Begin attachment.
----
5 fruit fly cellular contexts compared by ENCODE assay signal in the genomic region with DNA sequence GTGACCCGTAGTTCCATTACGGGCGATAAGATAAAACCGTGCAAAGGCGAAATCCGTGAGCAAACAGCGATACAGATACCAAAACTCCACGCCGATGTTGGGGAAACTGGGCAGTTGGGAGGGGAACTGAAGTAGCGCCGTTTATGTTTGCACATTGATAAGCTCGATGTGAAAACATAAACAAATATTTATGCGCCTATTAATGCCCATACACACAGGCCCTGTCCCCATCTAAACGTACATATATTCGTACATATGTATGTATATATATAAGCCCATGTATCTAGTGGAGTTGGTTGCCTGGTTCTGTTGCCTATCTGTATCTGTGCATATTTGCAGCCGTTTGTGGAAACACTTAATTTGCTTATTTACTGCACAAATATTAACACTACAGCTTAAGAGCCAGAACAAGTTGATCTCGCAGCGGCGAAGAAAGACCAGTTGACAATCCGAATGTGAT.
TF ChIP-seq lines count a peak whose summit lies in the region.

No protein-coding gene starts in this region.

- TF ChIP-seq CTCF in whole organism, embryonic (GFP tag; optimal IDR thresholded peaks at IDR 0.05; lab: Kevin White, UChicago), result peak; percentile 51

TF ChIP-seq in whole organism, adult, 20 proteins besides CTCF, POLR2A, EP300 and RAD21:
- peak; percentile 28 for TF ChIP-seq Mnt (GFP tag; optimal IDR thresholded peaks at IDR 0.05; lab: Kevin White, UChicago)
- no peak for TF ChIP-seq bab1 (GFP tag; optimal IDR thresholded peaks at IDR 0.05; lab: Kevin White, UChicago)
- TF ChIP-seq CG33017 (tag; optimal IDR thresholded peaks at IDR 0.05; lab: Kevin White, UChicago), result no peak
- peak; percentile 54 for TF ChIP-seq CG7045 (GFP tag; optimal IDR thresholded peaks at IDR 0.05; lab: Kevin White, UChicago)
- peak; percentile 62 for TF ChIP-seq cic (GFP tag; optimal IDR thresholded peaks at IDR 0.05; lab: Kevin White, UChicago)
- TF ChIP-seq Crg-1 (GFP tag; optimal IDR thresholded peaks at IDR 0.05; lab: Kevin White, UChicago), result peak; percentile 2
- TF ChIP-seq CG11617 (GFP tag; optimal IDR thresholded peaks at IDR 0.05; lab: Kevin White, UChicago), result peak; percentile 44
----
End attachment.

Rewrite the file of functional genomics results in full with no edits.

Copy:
5 fruit fly cellular contexts compared by ENCODE assay signal in the genomic region with DNA sequence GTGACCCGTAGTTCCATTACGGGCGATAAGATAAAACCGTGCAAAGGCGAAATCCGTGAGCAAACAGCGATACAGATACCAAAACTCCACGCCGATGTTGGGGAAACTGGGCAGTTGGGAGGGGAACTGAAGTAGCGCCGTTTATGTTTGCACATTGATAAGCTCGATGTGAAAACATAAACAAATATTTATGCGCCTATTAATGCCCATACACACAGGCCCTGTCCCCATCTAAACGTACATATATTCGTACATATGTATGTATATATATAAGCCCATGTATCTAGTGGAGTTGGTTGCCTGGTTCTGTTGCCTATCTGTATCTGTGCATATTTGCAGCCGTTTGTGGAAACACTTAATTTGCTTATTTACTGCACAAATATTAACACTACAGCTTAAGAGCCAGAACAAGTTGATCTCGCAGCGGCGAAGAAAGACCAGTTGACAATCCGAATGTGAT.
TF ChIP-seq lines count a peak whose summit lies in the region.

No protein-coding gene starts in this region.

- TF ChIP-seq CTCF in whole organism, embryonic (GFP tag; optimal IDR thresholded peaks at IDR 0.05; lab: Kevin White, UChicago), result peak; percentile 51

TF ChIP-seq in whole organism, adult, 20 proteins besides CTCF, POLR2A, EP300 and RAD21:
- peak; percentile 28 for TF ChIP-seq Mnt (GFP tag; optimal IDR thresholded peaks at IDR 0.05; lab: Kevin White, UChicago)
- no peak for TF ChIP-seq bab1 (GFP tag; optimal IDR thresholded peaks at IDR 0.05; lab: Kevin White, UChicago)
- TF ChIP-seq CG33017 (tag; optimal IDR thresholded peaks at IDR 0.05; lab: Kevin White, UChicago), result no peak
- peak; percentile 54 for TF ChIP-seq CG7045 (GFP tag; optimal IDR thresholded peaks at IDR 0.05; lab: Kevin White, UChicago)
- peak; percentile 62 for TF ChIP-seq cic (GFP tag; optimal IDR thresholded peaks at IDR 0.05; lab: Kevin White, UChicago)
- TF ChIP-seq Crg-1 (GFP tag; optimal IDR thresholded peaks at IDR 0.05; lab: Kevin White, UChicago), result peak; percentile 2
- TF ChIP-seq CG11617 (GFP tag; optimal IDR thresholded peaks at IDR 0.05; lab: Kevin White, UChicago), result peak; percentile 44